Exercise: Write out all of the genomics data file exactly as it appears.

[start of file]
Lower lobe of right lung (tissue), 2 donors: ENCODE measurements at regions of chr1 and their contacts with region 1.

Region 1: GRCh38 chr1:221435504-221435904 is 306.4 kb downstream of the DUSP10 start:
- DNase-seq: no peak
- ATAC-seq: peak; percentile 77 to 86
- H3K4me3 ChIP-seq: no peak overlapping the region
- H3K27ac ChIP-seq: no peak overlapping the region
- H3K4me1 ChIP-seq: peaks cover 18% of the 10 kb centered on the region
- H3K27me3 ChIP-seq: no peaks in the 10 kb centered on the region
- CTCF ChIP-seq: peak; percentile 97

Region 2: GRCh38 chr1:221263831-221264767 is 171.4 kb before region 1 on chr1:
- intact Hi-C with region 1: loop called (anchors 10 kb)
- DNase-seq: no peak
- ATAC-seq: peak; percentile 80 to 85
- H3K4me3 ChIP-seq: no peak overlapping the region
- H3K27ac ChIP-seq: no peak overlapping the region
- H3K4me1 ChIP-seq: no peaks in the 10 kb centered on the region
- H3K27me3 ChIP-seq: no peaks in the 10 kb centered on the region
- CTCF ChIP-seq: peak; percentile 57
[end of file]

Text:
Lower lobe of right lung (tissue), 2 donors: ENCODE measurements at regions of chr1 and their contacts with region 1.

Region 1: GRCh38 chr1:221435504-221435904 is 306.4 kb downstream of the DUSP10 start:
- DNase-seq: no peak
- ATAC-seq: peak; percentile 77 to 86
- H3K4me3 ChIP-seq: no peak overlapping the region
- H3K27ac ChIP-seq: no peak overlapping the region
- H3K4me1 ChIP-seq: peaks cover 18% of the 10 kb centered on the region
- H3K27me3 ChIP-seq: no peaks in the 10 kb centered on the region
- CTCF ChIP-seq: peak; percentile 97

Region 2: GRCh38 chr1:221263831-221264767 is 171.4 kb before region 1 on chr1:
- intact Hi-C with region 1: loop called (anchors 10 kb)
- DNase-seq: no peak
- ATAC-seq: peak; percentile 80 to 85
- H3K4me3 ChIP-seq: no peak overlapping the region
- H3K27ac ChIP-seq: no peak overlapping the region
- H3K4me1 ChIP-seq: no peaks in the 10 kb centered on the region
- H3K27me3 ChIP-seq: no peaks in the 10 kb centered on the region
- CTCF ChIP-seq: peak; percentile 57